In order for UC systems to communicate with each other through a hub, the local domain administrators of the UC systems need to properly configure their systems so that communications traffic intended for a receiving UC system is directed to the hub. For instance, in a clearinghouse or hub implementation, a domain gateway is typically implemented. The domain gateway is a component that allows the UC system to communicate with the hub. In order for a UC system to communicate with the hub, both the domain gateway and the UC system need to be configured properly.

FIG. 15 illustrates a block diagram that traces an exemplary transmission of a message through a hub and domain gateways, according to one embodiment. Assume user 1511 wants to send a message to user 1521. User 1511 first sends the message to the local UC system 1512. The message is then forwarded to domain gateway 1513 (e.g., Access Edge Server (AES), Same Time Gateway, etc) which maintains an allow list 1540 of all the domains the local domain administrator 1514 has allowed its users to have access to. This way, local domain administrators have control over which domains its users can communicate with. Additionally, the allow list can be used allow or disallow communication with federated domains. Another useful function of the allow list is to provide UC address information for federated domains.

In order to route communications traffic that is intended for domain “y.com” (1520) to the hub 1530, the allow list 1540, specifically the FQDN field in the entry for domain “y.com” (1520), needs to include the address of the hub 1530 (“hub_addr”), Furthermore, the hub 1530 must also be properly configured by the hub administrator, who must add both domains (“x.com” and “y.com”) to the hub 1530 through the AM 1531. Once the hub administrator has configured the AM 1531 and the AM 1531 has updated the data store in the DB 1532, the hub 1530 is ready for use and all traffic to and from “x.com” to “y.com” will flow through the hub 1530.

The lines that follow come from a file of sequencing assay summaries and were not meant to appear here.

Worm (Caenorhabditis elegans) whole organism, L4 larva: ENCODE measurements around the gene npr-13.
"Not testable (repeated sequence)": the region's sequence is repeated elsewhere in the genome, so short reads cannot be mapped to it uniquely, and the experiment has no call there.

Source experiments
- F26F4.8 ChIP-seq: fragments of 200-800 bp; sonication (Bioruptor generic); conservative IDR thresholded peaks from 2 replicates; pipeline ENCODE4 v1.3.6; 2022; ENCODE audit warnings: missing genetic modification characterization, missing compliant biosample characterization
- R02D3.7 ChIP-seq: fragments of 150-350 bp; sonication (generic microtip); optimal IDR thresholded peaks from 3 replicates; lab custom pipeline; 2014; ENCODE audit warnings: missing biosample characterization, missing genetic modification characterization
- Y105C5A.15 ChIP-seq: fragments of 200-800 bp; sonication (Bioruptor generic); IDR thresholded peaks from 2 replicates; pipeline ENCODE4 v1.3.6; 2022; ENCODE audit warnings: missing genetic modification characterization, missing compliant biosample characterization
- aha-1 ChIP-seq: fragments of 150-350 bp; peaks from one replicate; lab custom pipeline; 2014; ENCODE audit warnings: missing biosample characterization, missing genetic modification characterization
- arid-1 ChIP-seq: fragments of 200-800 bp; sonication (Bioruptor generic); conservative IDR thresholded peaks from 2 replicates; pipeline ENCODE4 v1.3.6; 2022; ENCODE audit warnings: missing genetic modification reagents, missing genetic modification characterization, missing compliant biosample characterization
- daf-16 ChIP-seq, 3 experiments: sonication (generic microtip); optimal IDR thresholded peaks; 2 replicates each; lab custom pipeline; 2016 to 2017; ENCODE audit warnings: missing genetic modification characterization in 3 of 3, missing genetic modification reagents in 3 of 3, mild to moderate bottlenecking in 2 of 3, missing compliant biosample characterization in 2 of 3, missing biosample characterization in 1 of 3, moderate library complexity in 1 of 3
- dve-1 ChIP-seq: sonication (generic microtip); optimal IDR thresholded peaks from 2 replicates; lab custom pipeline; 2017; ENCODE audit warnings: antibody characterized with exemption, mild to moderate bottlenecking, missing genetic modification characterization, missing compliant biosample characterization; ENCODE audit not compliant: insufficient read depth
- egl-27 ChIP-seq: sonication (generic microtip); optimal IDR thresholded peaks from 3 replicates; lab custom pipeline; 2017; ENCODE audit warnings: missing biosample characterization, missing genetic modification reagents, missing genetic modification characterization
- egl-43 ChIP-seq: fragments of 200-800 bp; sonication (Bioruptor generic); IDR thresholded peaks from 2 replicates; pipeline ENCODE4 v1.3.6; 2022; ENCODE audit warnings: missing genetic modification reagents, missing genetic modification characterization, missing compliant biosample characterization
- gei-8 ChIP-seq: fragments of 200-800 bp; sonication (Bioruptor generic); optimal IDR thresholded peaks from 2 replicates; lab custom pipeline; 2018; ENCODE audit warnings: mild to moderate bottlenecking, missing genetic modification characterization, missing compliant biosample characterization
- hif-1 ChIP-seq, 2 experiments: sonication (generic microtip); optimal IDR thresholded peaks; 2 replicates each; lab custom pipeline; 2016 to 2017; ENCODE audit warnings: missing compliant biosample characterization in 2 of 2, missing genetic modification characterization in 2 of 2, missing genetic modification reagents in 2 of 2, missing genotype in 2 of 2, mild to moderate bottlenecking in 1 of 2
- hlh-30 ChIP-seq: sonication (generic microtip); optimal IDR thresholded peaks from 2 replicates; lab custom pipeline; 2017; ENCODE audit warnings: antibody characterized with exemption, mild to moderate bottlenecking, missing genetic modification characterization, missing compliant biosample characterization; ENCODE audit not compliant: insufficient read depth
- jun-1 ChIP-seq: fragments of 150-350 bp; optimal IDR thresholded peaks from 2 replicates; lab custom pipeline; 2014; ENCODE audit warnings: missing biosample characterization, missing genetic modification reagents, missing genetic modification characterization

The routed traffic includes the message that was sent by 1511. After being processed by the hub 1530, the message is forwarded to domain gateway 1523, then to UC system 1522, and finally to user 1521. As FIG. 15 illustrates, the FQDN field in the entry for domain “x.com” in allow list 1550 also needs to include the address of the hub 1530 (“hub_addr”). As such, traffic intended for the domain “x.com” (1510) is also routed through the hub 1530.

FIG. 16 illustrates a block diagram that traces an exemplary transmission of a message through a hub using SRV record publication, according to one embodiment. Assume user 1611 wants to send a message to user 1621. User 1611 first sends the message to the local UC system 1612. Next, the message is sent to domain gateway 1613 and is intended to be transmitted to domain “y.com” (1620). However, because the local administrators 1614 and 1624 have published the SRV records for domains “x.com” (1610) and “y.com” (1620), respectively, with the FQDN fields set as “hub_addr”, as shown in SRV record publication 1640, all communications traffic that is intended for domains “x.com” and “y.com” 1620 will be routed to the hub 1630. In order for the hub 1630 to handle the routed traffic, both domains (“x.com” and “y.com”) need to be added to the hub 1630 through the AM 1631. As FIG. 16 illustrates, the routed traffic includes the message that was sent by 1611. After being processed by the hub 1630, the message is forwarded to the domain gateway 1623, then to the UC system 1622, and finally to user 1621.